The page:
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Construction site in south London

Health effects of air pollution

Why it’s vital for the construction sector to be engaged in improving air quality

23 August 2021
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2 min read

An opinion piece from our partner, the Centre for Low Emission Construction.

Daniel Marsh
Programme Manager, Centre for Low Emission Construction

Air pollution has a devastating impact on health and disproportionately affects those who often contribute the least to the problem: children, older people and people with heart and lung conditions. Poor air quality is an issue of health inequity that intersects with other drivers of poor health – which is why we’re committed to finding equitable solutions. This means focussing on the sectors that are currently contributing the most to emissions in our inner-city areas but are eager for change.

Daniel Marsh, Programme Manager at the Centre for Low Emission Construction, explains why it’s vital that people working in the construction sector understand the health effects of air pollution and are proactive in improving air quality in and around construction sites.

 

When we think about air pollution in our cities, we often think of vehicles and congested roads bringing areas to a standstill. Policies like the ultra-low emission zone (ULEZ) aim to deliver real results to address the problem, with the increased use of cleaner vehicles lowering harmful emissions. But traffic is just one source of dangerous air pollution; we also need to urgently address the other main sources, including from the construction industry, which is a sector that I know well.

It doesn’t really matter which direction you look in London, the skyline seems to be dominated by tall tower cranes, large infrastructure projects, areas of regeneration, and other building works, often running over many months, or even years. This construction activity, and the large machinery used across the sites, can, if not properly controlled, significantly contribute to air pollution and affect the health of residents and workers.

There is some regulation in place through London’s policy and planning requirements, and the large infrastructure projects have set ambitious targets to try and control emissions. But these often only use the minimum amount of clean technology, rather than aiming for innovation and using the cleanest available technologies.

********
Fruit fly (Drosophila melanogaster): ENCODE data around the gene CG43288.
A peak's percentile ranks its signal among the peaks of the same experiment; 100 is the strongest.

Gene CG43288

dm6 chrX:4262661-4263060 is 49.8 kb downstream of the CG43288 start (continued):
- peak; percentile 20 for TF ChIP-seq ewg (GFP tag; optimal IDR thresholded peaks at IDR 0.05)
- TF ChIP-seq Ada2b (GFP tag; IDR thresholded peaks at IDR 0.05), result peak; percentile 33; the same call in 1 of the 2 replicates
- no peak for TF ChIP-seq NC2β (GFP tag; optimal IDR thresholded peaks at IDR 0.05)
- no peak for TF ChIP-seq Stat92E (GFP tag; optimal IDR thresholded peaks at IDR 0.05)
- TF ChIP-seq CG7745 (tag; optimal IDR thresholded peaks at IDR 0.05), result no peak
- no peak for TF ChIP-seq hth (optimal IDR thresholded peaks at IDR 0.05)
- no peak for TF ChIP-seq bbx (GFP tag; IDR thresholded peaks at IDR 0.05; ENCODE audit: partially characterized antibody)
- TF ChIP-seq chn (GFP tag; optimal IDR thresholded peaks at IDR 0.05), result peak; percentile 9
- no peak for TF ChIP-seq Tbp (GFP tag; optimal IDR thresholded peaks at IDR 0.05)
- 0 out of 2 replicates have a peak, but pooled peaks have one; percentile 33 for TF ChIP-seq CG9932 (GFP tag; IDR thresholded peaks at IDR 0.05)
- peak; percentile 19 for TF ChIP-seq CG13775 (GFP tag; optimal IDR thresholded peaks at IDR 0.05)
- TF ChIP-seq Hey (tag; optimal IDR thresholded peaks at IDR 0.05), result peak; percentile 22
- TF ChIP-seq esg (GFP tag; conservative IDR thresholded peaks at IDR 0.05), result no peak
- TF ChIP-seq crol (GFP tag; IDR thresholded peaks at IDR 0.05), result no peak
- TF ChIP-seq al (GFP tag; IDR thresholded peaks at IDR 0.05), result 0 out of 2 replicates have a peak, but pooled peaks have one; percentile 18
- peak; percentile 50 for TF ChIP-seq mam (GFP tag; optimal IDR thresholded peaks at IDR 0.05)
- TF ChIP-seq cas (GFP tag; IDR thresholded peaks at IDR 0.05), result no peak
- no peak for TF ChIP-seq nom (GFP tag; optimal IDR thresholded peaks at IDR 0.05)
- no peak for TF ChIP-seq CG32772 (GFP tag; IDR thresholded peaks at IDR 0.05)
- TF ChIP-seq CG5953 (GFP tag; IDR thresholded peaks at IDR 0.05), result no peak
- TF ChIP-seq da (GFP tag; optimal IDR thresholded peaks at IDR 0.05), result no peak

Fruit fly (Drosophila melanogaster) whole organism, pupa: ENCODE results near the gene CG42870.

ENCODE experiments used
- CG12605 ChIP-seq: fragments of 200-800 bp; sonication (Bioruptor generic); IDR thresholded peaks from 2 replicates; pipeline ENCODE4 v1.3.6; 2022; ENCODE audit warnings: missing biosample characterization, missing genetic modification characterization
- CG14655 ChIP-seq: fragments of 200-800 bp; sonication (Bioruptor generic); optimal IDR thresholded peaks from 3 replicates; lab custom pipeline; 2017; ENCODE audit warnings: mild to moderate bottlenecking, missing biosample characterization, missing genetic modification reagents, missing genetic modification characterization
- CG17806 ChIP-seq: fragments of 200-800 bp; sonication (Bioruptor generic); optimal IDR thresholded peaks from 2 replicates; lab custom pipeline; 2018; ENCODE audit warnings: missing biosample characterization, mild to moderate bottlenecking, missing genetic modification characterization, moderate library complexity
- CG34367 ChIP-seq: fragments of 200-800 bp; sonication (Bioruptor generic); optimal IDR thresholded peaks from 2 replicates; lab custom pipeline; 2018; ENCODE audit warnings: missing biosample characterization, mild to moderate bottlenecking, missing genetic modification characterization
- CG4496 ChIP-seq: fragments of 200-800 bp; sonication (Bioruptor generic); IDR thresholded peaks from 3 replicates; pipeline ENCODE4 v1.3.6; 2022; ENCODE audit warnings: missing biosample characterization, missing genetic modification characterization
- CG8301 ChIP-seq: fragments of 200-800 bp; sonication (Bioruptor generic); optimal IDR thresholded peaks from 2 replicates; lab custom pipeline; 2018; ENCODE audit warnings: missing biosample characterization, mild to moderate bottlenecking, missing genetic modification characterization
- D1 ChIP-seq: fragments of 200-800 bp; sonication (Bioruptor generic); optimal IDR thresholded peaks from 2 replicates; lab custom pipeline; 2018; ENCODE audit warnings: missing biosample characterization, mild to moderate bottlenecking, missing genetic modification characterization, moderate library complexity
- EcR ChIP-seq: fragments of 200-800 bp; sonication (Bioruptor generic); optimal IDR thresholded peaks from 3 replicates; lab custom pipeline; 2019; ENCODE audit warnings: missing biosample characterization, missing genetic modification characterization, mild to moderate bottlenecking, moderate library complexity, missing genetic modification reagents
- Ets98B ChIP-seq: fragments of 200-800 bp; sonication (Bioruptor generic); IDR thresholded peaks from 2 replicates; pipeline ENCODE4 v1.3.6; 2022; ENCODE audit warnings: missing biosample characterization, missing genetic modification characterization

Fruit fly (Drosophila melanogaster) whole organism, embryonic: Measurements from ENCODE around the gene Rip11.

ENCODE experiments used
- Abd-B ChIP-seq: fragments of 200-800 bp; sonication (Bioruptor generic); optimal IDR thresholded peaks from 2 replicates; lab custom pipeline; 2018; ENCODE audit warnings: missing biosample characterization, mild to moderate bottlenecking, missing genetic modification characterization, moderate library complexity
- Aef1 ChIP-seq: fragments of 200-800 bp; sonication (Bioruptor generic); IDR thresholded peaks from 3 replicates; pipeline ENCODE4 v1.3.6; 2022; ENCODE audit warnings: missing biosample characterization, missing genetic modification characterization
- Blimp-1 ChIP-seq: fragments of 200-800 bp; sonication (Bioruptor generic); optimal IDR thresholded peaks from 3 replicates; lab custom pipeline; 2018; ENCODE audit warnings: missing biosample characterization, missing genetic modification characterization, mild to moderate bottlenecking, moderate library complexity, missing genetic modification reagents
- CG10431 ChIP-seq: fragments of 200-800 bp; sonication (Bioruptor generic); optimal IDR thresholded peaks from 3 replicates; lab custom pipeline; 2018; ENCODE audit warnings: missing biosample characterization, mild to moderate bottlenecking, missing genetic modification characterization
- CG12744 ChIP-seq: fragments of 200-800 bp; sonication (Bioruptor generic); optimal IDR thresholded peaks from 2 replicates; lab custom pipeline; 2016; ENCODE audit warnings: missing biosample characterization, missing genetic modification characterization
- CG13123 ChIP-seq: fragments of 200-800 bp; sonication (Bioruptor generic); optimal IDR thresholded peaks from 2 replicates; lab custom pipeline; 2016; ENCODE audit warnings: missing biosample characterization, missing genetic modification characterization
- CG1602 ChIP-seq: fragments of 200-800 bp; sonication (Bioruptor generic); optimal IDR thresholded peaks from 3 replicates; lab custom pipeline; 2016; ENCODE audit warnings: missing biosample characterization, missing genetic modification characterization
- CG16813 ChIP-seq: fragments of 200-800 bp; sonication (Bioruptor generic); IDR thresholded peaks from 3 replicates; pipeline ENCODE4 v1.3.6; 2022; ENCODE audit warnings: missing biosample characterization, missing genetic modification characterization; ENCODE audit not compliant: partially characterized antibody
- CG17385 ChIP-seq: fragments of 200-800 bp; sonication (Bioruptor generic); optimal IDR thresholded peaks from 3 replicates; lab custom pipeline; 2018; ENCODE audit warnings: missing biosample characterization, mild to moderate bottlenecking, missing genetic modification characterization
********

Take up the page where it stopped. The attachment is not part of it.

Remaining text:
Traffic is just one source of dangerous air pollution; we also need to urgently address the other main sources, including from the construction industry

Because of my extensive experience of partnership working with the construction sector I know, there is a lack of readily available information about local air quality, the environmental and health impacts of the daily site activities, the solutions that are already available, and what delivers emission reductions.

The Centre for Low Emission Construction at Imperial College London is working with the construction industry and supply chain to better understand what the sector’s immediate, and longer-term, requirements are to help reduce their environmental impacts and to better understand what the barriers are to increased uptake.

This exciting research, funded by Impact on Urban Health, will be used to develop tools and approaches urgently required by the construction sector to further promote the adoption of low emission technologies that will deliver real-world reductions in construction emissions.

We would like input from a range of stakeholders, including environmental health officers, planners, developers and their contractors, environmental and sustainability professionals working across the industry. So, if you work in the industry and would like to help shape the future of construction, please complete the short survey.

Do you work in the construction sector?

Take this short survey to help us understand the level of awareness of air pollution and carbon emissions in the sector.

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